Susanna Kass, data centre advisor to UN Sustainable Development, said: “A UN report showed that, today, data centre global emissions are similar to road transport… If we do not solve the problem, and act like it is business as usual, it will increase by 10%. This is unthinkable. You need to start to measure it, then you can start to understand the problem.”
Gary Cook, senior corporate campaigner at Greenpeace, said: “We need to focus on what we are doing in the next 10 years, not by 2050.”
Cook believes that new infrastructure must be powered with renewables, but we have “aspirations to be on the top deck of the Titanic”, when what we really need is to “steer the ship in the right direction”.
So are data centre operators doing enough to steer the ship in the right direction and are data centre boardrooms taking climate change seriously?
Andy Lawrence believes it is taken seriously in Europe and among consumer facing US companies, such as Microsoft, Equinix and Apple. However, for mid-level companies, especially in the US, there is “still scepticism”.
“It is not yet a top three concern. However, this is going to change in the next 10 years, as the Millennials start to take political power. There will be much more pressure and legislation, instead of just talk,” he commented.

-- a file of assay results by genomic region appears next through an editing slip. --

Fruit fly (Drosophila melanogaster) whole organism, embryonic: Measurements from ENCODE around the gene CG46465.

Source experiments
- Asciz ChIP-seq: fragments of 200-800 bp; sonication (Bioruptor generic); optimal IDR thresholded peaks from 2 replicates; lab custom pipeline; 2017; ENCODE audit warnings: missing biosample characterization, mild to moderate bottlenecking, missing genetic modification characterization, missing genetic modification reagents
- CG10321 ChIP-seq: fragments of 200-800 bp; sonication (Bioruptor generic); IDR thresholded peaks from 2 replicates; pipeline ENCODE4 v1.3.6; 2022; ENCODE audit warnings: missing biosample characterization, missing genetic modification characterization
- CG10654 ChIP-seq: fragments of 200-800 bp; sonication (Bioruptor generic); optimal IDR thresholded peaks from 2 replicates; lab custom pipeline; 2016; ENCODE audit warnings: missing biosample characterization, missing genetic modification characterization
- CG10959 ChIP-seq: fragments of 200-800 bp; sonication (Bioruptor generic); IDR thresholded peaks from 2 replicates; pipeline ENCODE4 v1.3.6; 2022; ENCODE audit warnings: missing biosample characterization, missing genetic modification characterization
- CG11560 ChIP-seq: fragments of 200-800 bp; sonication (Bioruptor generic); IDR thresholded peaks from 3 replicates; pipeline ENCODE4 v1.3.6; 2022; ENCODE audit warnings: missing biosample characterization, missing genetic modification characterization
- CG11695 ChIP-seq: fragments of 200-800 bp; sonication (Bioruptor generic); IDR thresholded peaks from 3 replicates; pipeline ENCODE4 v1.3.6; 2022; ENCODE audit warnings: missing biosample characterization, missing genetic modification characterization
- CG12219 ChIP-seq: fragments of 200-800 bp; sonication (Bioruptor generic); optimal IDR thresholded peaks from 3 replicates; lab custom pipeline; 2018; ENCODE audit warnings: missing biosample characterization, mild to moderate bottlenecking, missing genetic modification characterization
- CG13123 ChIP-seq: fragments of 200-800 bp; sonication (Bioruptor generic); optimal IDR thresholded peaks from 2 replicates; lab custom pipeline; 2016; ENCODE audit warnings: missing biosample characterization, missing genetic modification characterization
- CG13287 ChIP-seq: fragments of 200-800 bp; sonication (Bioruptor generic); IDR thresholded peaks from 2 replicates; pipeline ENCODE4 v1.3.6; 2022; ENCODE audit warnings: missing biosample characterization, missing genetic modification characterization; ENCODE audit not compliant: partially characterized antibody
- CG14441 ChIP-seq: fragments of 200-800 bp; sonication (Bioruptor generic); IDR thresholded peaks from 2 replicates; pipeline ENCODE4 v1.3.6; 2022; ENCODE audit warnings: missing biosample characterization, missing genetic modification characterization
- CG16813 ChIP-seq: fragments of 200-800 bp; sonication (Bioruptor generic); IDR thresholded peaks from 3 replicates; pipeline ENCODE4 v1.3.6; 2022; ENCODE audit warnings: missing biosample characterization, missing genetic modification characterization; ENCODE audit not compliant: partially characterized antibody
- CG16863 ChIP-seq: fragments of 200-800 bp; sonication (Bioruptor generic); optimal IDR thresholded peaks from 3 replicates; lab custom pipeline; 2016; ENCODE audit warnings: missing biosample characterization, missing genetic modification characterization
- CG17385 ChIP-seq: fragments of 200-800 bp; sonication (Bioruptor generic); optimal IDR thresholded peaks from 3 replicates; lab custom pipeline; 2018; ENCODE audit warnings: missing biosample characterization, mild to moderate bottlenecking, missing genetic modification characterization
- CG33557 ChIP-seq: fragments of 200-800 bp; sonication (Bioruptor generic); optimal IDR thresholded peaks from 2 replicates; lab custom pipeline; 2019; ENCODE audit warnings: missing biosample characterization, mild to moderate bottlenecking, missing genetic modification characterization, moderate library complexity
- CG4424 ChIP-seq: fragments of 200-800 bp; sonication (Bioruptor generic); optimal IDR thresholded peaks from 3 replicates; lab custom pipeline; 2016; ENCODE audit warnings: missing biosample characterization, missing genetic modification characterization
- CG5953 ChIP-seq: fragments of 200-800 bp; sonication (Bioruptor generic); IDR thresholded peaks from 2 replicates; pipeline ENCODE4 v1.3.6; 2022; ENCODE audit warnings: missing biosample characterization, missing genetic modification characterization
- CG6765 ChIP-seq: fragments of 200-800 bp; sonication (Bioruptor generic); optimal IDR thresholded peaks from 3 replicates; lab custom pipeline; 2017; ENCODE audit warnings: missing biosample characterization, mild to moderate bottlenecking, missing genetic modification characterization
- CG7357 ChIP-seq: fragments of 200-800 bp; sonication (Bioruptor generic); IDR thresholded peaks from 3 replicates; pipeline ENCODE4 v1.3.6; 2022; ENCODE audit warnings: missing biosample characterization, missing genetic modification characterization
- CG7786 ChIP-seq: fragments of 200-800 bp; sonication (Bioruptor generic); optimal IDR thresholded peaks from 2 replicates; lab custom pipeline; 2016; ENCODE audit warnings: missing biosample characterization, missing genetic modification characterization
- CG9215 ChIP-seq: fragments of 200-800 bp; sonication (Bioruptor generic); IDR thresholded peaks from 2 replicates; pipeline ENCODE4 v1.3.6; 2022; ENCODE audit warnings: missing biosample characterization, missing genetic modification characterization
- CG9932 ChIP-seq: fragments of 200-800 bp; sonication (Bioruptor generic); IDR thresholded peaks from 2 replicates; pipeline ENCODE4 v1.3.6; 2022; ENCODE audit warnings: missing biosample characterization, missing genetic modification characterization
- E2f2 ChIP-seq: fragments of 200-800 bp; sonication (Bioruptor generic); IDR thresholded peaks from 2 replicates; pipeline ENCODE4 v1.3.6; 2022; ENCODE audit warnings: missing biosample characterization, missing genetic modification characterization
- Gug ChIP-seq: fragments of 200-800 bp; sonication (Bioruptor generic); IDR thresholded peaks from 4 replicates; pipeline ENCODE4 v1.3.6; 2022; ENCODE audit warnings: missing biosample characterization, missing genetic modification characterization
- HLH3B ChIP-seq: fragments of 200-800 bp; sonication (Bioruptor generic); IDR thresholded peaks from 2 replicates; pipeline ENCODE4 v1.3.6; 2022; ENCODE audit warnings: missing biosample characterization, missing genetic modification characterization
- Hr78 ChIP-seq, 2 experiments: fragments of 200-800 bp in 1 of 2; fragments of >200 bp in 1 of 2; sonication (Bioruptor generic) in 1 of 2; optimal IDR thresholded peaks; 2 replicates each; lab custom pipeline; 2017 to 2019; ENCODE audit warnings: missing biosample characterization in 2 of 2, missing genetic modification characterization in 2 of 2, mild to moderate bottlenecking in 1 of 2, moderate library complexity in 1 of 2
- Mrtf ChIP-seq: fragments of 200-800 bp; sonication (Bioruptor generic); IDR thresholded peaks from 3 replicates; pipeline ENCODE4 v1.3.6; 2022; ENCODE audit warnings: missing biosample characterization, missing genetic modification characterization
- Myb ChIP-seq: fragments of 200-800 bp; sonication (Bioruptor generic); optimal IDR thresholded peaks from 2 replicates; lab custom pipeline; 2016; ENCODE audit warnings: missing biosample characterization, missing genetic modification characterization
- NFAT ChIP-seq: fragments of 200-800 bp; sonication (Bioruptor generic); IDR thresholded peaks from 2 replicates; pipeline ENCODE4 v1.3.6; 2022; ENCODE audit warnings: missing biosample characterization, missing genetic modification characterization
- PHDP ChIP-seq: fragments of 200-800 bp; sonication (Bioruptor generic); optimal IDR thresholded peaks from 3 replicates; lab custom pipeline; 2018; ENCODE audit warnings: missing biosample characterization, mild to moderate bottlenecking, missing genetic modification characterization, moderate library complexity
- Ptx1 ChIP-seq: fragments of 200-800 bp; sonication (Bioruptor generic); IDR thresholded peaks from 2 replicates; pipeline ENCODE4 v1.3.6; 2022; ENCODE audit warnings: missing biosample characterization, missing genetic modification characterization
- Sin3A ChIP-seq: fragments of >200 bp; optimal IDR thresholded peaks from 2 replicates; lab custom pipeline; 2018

Lawrence believes that legislation forcing data centres to reuse heat, through district heating, could spread across the globe and a change in attitudes will impact data centre design and operation.
“The focus will be on climate emergency, rather than climate change being ‘something nice to do something about’,” he said.
In conclusion, the panel agreed that you “cannot manage what you do not measure”; energy consumption across the IT sector is growing, and data centres will face increasing pressure and legislation to tackle their carbon footprint in the future.
It appears that, for delegates at DCD, however, this shift in attitudes is already happening. The audience was asked: “Is climate change a major topic of conversation in your organisation?”
The majority raised their hands…